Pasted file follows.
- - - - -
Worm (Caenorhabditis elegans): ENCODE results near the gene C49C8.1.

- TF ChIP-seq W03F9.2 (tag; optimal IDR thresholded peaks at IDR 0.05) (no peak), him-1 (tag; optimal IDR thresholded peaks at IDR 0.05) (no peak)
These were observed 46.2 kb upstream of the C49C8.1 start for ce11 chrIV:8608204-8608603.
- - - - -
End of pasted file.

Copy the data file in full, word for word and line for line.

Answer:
Worm (Caenorhabditis elegans): ENCODE results near the gene C49C8.1.

- TF ChIP-seq W03F9.2 (tag; optimal IDR thresholded peaks at IDR 0.05) (no peak), him-1 (tag; optimal IDR thresholded peaks at IDR 0.05) (no peak)
These were observed 46.2 kb upstream of the C49C8.1 start for ce11 chrIV:8608204-8608603.